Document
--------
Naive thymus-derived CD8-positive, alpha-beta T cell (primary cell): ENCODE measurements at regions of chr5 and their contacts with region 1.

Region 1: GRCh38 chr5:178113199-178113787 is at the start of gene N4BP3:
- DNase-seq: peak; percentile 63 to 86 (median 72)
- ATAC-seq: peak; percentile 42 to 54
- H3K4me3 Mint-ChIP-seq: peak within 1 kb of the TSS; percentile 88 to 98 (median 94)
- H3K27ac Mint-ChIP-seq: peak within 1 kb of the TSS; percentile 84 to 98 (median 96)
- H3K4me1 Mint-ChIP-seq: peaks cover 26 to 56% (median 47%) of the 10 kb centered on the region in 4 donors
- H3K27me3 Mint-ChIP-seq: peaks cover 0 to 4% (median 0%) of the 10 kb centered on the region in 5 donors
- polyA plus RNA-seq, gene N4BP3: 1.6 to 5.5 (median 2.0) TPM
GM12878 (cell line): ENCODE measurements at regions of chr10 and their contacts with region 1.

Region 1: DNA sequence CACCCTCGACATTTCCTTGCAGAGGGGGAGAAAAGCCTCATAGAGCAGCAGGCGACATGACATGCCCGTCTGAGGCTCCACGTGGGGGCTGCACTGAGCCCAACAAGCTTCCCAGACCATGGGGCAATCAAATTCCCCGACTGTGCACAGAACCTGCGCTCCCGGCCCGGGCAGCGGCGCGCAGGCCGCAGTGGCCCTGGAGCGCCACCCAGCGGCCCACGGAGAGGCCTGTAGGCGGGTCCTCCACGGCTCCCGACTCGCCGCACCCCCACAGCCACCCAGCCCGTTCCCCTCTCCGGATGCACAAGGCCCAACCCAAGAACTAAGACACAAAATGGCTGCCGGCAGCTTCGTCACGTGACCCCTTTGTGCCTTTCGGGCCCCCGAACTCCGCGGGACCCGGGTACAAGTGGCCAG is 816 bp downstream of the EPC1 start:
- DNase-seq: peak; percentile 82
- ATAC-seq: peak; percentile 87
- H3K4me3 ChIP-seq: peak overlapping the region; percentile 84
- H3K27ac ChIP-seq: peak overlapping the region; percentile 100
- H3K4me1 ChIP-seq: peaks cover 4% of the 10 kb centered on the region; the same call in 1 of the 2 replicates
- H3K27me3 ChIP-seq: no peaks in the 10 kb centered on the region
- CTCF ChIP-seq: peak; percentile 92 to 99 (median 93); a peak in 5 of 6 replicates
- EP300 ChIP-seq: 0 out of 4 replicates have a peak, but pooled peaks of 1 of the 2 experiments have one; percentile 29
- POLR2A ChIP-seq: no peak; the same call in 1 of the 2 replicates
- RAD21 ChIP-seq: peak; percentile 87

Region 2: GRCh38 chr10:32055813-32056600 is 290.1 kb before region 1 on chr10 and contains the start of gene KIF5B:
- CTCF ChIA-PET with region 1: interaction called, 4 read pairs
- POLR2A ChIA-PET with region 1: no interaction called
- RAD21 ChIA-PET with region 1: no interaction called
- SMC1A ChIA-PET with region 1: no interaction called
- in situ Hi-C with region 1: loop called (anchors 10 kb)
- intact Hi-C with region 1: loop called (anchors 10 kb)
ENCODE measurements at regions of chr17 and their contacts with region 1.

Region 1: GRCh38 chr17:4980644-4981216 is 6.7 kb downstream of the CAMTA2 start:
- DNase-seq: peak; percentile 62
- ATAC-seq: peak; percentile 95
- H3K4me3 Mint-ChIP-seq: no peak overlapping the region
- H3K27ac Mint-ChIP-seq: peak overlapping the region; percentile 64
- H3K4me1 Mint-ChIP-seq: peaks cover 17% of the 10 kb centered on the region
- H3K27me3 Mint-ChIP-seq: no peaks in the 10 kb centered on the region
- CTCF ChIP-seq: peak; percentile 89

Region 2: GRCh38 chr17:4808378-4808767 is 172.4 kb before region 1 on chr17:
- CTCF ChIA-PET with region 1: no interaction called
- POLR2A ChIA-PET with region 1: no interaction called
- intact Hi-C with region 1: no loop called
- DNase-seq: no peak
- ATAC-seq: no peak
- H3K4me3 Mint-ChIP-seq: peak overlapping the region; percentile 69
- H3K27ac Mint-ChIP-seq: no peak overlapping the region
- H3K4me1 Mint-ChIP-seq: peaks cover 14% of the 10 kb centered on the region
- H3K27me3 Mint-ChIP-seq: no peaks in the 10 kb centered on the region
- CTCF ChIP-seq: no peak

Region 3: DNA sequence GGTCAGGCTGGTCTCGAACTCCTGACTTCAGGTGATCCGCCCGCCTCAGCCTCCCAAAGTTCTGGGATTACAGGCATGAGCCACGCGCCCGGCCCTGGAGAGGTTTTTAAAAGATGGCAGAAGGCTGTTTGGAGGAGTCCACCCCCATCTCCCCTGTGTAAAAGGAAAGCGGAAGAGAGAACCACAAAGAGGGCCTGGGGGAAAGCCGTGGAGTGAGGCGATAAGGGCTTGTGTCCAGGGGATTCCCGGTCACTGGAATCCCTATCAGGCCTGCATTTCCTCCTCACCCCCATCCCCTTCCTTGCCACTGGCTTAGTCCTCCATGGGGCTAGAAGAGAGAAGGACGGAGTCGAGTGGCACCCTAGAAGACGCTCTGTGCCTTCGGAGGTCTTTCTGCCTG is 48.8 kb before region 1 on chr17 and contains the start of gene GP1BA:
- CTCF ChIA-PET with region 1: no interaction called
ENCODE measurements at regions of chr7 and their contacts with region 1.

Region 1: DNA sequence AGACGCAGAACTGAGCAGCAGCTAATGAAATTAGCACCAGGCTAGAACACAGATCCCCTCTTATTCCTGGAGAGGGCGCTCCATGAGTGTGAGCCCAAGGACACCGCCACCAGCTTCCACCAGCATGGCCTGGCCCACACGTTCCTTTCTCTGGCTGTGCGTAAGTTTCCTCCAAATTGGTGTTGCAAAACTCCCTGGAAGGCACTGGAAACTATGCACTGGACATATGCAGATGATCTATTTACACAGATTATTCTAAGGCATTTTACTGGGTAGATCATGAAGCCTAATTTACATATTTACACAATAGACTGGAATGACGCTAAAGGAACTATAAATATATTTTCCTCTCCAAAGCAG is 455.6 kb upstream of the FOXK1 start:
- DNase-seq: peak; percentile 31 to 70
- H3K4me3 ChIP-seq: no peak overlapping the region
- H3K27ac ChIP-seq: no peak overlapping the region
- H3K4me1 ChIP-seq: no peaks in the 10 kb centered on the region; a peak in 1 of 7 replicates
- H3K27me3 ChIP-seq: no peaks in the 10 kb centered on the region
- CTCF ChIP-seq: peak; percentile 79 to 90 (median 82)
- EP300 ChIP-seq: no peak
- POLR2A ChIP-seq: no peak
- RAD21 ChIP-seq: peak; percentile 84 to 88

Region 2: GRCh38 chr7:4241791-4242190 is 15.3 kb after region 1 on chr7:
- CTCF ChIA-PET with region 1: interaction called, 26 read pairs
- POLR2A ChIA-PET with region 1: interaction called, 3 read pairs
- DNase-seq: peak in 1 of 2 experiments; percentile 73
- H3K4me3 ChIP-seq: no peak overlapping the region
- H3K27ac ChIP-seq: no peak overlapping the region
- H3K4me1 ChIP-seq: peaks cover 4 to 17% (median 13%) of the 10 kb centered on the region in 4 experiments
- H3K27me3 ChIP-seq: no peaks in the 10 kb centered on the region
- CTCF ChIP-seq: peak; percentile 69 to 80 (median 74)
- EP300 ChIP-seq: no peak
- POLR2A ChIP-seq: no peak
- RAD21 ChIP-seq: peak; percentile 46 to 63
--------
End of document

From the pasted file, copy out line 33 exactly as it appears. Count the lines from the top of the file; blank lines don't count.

- H3K4me3 Mint-ChIP-seq: no peak overlapping the region